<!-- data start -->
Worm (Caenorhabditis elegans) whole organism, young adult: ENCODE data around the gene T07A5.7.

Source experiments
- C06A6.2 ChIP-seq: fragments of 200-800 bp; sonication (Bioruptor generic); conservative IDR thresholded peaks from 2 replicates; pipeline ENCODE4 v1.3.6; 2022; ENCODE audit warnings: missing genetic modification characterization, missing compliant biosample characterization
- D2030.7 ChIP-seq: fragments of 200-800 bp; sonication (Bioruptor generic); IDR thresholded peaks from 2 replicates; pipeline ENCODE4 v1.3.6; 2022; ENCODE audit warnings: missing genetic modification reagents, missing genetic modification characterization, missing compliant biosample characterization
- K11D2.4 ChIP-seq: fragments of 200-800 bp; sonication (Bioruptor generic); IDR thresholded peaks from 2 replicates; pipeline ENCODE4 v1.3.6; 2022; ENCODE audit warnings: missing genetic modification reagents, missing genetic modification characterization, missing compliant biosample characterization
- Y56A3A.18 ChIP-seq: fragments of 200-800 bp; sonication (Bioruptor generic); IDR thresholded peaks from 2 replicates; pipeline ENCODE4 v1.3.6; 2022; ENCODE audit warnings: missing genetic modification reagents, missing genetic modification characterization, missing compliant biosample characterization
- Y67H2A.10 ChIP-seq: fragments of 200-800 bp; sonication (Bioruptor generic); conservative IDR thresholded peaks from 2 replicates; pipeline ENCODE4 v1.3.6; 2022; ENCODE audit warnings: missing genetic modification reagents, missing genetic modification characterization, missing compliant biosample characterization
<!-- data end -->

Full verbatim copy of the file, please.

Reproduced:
Worm (Caenorhabditis elegans) whole organism, young adult: ENCODE data around the gene T07A5.7.

Source experiments
- C06A6.2 ChIP-seq: fragments of 200-800 bp; sonication (Bioruptor generic); conservative IDR thresholded peaks from 2 replicates; pipeline ENCODE4 v1.3.6; 2022; ENCODE audit warnings: missing genetic modification characterization, missing compliant biosample characterization
- D2030.7 ChIP-seq: fragments of 200-800 bp; sonication (Bioruptor generic); IDR thresholded peaks from 2 replicates; pipeline ENCODE4 v1.3.6; 2022; ENCODE audit warnings: missing genetic modification reagents, missing genetic modification characterization, missing compliant biosample characterization
- K11D2.4 ChIP-seq: fragments of 200-800 bp; sonication (Bioruptor generic); IDR thresholded peaks from 2 replicates; pipeline ENCODE4 v1.3.6; 2022; ENCODE audit warnings: missing genetic modification reagents, missing genetic modification characterization, missing compliant biosample characterization
- Y56A3A.18 ChIP-seq: fragments of 200-800 bp; sonication (Bioruptor generic); IDR thresholded peaks from 2 replicates; pipeline ENCODE4 v1.3.6; 2022; ENCODE audit warnings: missing genetic modification reagents, missing genetic modification characterization, missing compliant biosample characterization
- Y67H2A.10 ChIP-seq: fragments of 200-800 bp; sonication (Bioruptor generic); conservative IDR thresholded peaks from 2 replicates; pipeline ENCODE4 v1.3.6; 2022; ENCODE audit warnings: missing genetic modification reagents, missing genetic modification characterization, missing compliant biosample characterization